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Journal of neuro-oncology

TRAIL resistance in human neuroblastoma SK-N-AS cells is dependent on protein kinase C and involves inhibition of caspase-3 proteolytic processing.


PMID 22798207

Abstract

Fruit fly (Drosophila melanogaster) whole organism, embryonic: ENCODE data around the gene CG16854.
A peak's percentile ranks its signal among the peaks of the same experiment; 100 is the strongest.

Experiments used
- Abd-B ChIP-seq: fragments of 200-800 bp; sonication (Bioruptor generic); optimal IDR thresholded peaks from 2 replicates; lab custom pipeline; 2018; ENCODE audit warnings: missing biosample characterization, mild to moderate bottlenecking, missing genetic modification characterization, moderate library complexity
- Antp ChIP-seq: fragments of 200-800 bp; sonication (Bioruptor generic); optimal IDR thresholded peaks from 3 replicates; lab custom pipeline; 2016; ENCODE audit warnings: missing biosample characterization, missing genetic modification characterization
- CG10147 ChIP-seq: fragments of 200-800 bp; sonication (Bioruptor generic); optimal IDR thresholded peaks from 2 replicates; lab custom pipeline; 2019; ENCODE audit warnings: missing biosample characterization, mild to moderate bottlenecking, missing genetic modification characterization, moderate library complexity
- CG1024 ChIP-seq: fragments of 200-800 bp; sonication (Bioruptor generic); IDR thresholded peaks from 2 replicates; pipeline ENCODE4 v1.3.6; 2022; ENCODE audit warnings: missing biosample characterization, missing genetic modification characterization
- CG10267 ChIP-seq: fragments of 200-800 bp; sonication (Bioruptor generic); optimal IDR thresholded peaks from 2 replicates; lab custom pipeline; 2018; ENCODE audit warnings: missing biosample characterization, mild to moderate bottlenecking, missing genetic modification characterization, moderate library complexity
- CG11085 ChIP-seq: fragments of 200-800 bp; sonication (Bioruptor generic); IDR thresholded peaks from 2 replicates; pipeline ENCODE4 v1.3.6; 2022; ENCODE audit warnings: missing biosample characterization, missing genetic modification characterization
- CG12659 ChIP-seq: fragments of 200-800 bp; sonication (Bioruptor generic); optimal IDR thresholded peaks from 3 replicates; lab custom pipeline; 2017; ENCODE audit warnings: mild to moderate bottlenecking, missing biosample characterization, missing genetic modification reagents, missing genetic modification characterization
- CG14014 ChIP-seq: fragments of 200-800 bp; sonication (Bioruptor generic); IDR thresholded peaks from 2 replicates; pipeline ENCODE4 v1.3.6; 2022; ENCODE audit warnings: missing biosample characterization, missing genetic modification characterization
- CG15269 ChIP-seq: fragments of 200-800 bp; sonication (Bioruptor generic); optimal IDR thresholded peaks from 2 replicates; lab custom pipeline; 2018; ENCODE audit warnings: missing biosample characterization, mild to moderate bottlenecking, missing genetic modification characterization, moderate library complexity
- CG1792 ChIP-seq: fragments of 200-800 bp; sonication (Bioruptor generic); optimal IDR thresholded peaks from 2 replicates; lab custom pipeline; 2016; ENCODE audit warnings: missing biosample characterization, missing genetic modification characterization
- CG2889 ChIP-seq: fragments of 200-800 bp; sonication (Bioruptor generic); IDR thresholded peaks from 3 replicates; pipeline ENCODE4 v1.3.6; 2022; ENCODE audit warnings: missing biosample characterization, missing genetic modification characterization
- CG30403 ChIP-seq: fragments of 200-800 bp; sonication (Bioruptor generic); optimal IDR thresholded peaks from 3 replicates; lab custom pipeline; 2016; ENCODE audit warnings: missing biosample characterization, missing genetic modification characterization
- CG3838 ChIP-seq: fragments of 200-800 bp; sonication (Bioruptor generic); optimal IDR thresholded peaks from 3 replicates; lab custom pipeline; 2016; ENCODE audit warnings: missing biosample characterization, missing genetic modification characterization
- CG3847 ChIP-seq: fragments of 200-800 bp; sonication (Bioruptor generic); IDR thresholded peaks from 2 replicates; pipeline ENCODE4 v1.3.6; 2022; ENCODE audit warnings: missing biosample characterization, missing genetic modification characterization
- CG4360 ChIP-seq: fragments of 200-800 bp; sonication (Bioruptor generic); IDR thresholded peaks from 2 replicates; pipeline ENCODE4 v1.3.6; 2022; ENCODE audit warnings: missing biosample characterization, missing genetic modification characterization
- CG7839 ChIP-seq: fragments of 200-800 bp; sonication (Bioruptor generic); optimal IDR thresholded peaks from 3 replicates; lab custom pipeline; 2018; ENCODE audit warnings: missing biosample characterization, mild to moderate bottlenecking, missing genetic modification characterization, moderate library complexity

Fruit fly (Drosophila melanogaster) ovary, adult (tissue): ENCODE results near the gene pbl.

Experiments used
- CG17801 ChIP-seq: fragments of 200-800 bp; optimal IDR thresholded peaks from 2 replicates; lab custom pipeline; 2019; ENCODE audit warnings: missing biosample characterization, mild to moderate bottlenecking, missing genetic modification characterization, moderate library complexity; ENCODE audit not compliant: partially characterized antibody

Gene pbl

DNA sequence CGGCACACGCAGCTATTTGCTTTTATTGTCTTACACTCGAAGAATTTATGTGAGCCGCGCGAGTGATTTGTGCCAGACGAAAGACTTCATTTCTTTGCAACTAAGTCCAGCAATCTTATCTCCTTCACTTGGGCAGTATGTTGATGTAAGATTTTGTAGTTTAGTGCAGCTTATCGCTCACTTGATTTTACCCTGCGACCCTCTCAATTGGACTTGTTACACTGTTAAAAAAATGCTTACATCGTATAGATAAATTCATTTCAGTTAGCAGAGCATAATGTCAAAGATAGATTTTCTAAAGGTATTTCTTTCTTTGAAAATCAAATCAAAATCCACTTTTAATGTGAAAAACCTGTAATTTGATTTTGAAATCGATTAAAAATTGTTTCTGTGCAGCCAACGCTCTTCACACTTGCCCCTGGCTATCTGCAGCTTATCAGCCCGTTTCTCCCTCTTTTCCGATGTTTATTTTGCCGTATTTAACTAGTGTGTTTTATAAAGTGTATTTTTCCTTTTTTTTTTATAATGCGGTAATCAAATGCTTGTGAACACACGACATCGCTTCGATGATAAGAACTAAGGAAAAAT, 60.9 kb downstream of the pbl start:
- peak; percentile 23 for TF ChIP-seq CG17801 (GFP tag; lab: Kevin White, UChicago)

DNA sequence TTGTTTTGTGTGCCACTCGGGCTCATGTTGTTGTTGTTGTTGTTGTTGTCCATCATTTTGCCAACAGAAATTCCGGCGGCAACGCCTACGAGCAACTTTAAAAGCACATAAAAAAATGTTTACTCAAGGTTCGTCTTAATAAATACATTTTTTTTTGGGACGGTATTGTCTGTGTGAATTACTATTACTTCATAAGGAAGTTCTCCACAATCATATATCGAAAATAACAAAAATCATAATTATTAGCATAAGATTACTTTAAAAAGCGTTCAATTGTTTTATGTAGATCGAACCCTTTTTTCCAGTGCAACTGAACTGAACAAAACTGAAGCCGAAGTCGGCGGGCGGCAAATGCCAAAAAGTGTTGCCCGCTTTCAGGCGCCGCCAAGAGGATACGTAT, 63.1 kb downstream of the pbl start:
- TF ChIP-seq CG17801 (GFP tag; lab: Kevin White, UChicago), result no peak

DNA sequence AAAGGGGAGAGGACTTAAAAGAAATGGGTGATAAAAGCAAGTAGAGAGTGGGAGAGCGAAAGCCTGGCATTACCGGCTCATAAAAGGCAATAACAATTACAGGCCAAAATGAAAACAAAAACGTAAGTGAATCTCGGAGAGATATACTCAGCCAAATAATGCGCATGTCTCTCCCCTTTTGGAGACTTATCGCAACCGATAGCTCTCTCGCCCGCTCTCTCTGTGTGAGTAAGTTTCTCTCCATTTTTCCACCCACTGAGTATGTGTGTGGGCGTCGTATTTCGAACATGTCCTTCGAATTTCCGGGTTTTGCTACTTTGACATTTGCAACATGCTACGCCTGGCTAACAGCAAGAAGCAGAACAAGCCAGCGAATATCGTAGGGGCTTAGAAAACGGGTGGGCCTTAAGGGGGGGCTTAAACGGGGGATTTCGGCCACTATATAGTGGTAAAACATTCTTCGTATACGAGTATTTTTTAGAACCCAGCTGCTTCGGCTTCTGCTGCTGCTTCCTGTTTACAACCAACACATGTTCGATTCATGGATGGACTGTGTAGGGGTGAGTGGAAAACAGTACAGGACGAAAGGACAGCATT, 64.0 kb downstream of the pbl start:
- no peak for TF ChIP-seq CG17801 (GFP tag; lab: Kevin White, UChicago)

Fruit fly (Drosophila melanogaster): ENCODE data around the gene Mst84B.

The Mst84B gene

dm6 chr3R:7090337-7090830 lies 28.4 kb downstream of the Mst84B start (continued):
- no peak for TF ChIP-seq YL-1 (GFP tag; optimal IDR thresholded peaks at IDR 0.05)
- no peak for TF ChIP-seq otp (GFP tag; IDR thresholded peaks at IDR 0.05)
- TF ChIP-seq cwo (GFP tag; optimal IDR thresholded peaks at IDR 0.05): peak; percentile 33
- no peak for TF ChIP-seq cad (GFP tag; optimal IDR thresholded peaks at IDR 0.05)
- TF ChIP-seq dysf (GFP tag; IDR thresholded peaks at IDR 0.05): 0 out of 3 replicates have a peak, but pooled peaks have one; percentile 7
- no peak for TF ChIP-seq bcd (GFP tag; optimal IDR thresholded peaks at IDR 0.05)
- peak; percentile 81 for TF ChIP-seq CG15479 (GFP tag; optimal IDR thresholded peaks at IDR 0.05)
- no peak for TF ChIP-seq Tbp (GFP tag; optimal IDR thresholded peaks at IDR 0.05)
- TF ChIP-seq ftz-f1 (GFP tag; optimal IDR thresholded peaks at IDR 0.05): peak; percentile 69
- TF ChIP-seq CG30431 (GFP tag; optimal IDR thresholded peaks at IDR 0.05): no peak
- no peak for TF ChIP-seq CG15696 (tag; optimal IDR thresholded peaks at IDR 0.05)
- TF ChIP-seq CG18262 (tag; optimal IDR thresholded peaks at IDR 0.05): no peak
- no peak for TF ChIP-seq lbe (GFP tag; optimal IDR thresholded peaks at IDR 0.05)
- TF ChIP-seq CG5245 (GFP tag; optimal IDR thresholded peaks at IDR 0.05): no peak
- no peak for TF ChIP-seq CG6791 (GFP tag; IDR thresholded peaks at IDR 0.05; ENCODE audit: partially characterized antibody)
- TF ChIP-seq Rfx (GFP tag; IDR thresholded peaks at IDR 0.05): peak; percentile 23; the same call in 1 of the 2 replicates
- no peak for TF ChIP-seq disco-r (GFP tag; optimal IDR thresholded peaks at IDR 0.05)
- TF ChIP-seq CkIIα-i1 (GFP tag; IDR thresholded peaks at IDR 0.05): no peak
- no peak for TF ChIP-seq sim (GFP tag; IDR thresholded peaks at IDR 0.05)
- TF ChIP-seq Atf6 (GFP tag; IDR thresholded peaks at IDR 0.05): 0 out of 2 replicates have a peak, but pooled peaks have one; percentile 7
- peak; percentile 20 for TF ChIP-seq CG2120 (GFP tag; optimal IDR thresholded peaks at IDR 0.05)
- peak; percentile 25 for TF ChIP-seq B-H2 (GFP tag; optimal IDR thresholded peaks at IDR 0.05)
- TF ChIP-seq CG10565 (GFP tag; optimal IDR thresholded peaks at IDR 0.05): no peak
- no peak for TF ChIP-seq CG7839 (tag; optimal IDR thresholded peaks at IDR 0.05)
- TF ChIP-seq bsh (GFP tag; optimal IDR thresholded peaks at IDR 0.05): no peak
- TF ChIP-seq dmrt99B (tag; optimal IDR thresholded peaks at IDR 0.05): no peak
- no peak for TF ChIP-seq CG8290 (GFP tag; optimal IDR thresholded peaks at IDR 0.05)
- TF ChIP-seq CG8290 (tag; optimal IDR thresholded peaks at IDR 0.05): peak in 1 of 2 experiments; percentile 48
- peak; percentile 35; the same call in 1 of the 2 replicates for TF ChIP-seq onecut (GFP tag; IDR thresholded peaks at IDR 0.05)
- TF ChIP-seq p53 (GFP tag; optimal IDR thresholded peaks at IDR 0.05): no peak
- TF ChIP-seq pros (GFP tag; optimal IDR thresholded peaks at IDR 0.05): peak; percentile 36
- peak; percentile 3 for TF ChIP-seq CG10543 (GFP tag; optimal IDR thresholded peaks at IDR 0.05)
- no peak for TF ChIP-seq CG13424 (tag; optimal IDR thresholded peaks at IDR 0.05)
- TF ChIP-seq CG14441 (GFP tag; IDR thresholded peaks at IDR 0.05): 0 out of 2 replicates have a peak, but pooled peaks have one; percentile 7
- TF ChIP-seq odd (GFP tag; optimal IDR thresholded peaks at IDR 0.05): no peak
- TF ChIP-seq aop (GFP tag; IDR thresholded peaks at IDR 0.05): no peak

Neuroblastoma is the most common solid extracranial cancer form in childhood with an etiology that is mostly unknown. Although tumor necrosis factor-related apoptosis-inducing ligand (TRAIL) has been proposed as a promising future anticancer drug candidate, highly malignant neuroblastoma has been reported to acquire TRAIL resistance by mechanisms that are poorly understood. Here, we show by western blot analysis, and live cell imaging using anchored FRET sensors, that the resistance to TRAIL-induced apoptosis in human neuroblastoma SK-N-AS cells depends on an incomplete processing of procaspase-3, generating an immature and catalytically inactive 21 kDa fragment. We have previously shown that the naturally occurring compound curcumin can sensitize SK-N-AS cells to TRAIL. In the present study, we show that curcumin also has a similar effect on human neuroblastoma SHEP1 cells. Furthermore, we show that curcumin and TRAIL co-treatment induces complete maturation and activation of caspase-3 in both cell lines. The mechanisms behind this effect seem to be dependent on protein kinase C (PKC), since inhibition of PKC using bisindolylmaleimide XI, could also sensitize these cells to TRAIL through a similar effect on caspase-3 activation. Moreover, TRAIL co-treatment with bisindolylmaleimide XI or curcumin resulted in down-regulation of X-linked inhibitor of apoptosis protein. In conclusion, our study shows that PKC can be involved in TRAIL resistance in human neuroblastoma cells by preventing caspase-3 maturation.